But last week, as it started climbing up a gently sloping mountain, called Mount Sharp, it started acting weird. NASA engineers now say that a part of the extendable arm, the drill that bores into the Martian rock, keeps getting jammed.

Just as the tip hovers a few inches off the ground, the drill stops.

Updated Dec. 15, 11:30 a.m. ET

President-elect Donald Trump has selected Montana Rep. Ryan Zinke to be his interior secretary, the transition team announced Thursday morning.

Zinke is a first-term congressman and a former Navy SEAL commander who served in Iraq and was awarded two Bronze Stars. He was re-elected to a second term last month with 56 percent of the vote.

Female orchid mantises are dazzlingly beautiful, with pinkish legs that appear to form a delicate flower blossom. They're also double the size of their far plainer male counterparts.

The Department of Energy is refusing the Trump transition team's request to name those who have worked on climate change within the department, because of concerns about what the incoming administration will do with the names. President-elect Donald Trump has denied climate change is real.

Scientists released this year's so-called Arctic Report Card on Tuesday, and it is a dismal one.

Researchers say the Arctic continues to warm up at rates they call "astonishing." They presented their findings at the American Geophysical Union's fall meeting in San Francisco.

NPR's Robert Siegel speaks with Susanne Rust, senior reporter and director of the Energy and Environment Reporting Project at Columbia University, about Exxon Mobil's climate change policies under the leadership of CEO Rex Tillerson, who is President-elect Donald Trump's pick for secretary of state.

Some New England fishermen are pinning their hopes on a new kind of trawl net being used in the Gulf of Maine, one that scoops up abundant flatfish such as flounder and sole while avoiding species such as cod, which are in severe decline.

On a crisp New England fall day, college freshman Jordan Taylor was playing Ultimate Frisbee when he collided with another player. Taylor was rushed to the hospital, where doctors realized he'd been hit hard enough to tear the delicate covering of his spleen, and he was bleeding internally. A quick surgery fixed the spleen, but doctors saw something strange while they were operating.

"As the doctor was speaking to me post-surgery, he mentioned he'd noticed I had a bunch of extra spleens," Taylor says. We asked if the additional organs gave him spleeny superpowers.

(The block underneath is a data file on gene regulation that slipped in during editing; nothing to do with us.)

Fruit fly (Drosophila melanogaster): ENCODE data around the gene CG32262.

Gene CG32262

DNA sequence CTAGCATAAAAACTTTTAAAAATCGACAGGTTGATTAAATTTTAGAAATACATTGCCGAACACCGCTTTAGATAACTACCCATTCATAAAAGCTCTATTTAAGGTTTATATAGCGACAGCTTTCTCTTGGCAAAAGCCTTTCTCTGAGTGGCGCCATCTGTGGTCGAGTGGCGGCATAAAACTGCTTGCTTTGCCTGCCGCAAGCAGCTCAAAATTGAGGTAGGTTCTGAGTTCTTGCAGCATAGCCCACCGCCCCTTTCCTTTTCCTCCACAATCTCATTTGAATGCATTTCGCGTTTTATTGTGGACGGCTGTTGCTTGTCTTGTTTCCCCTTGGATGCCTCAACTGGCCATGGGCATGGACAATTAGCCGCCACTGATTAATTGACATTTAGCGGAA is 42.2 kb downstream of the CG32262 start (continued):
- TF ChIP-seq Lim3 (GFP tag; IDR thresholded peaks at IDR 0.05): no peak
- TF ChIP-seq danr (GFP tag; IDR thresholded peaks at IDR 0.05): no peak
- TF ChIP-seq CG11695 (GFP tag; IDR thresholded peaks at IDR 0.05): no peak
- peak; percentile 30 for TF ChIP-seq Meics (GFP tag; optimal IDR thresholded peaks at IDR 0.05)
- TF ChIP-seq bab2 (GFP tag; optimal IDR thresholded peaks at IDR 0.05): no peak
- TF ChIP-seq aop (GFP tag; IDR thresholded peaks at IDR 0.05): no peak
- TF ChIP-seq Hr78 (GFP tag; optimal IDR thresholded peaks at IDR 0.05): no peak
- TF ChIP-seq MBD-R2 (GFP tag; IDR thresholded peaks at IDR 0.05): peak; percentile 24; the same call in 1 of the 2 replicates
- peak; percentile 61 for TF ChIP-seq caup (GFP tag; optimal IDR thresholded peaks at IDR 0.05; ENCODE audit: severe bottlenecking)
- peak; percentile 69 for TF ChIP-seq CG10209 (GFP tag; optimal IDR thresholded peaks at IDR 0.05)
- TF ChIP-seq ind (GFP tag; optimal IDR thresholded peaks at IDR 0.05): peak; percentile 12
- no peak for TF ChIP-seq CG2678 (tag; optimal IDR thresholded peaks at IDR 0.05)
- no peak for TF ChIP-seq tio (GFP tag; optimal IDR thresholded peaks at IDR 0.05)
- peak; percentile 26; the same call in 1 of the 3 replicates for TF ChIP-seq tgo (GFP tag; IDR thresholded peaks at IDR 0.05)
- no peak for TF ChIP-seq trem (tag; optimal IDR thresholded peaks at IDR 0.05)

Thousands of Earth scientists are in San Francisco this week to talk about climate change, volcanoes and earthquakes.

And another tectonic topic: President-elect Donald Trump.

As president, Trump will oversee a huge government scientific enterprise. Agencies like the National Oceanic and Atmospheric Administration and NASA have satellites collecting valuable data on the climate. Other agencies employ scientists studying that data, or modeling future climate shifts.

Republicans in Congress say they'll vote to repeal much of the Affordable Care Act early next year — even though they don't yet have a plan to replace it.

But they also insist that they don't want to harm any of the millions of people who got their health insurance under the law.

Erick Ask still remembers the first time he heard about the food ingredient that would become the focus of his professional life. He was in ninth grade.

"Mr. Elslip, my biology teacher, said to us one day, 'How many of you have eaten seaweed?' " Ask recalls. "And nobody raised their hand. And he says, 'Well, how many of you have eaten ice cream?' And we all raised our hands. And he says, 'Well, then you have eaten seaweed!' "

The U.S. Supreme Court says it will not consider a challenge to the terms of a concussion-related settlement between the National Football League and more than 20,000 retired players.

The deal settled a class-action filed by former players who accused the NFL of covering up what it knew about the link between playing professional football and the degenerative brain disease known as chronic traumatic encephalopathy, or CTE.

If you got 13 percent back on your investments every year, you'd be pretty happy, right? Remember, the S&P 500, historically, has averaged about 7 percent when adjusted for inflation.

What if the investment is in children, and the return on investment not only makes economic sense but results in richer, fuller, healthier lives for the entire family?

Why People Believe Conspiracy Theories

Dec 11, 2016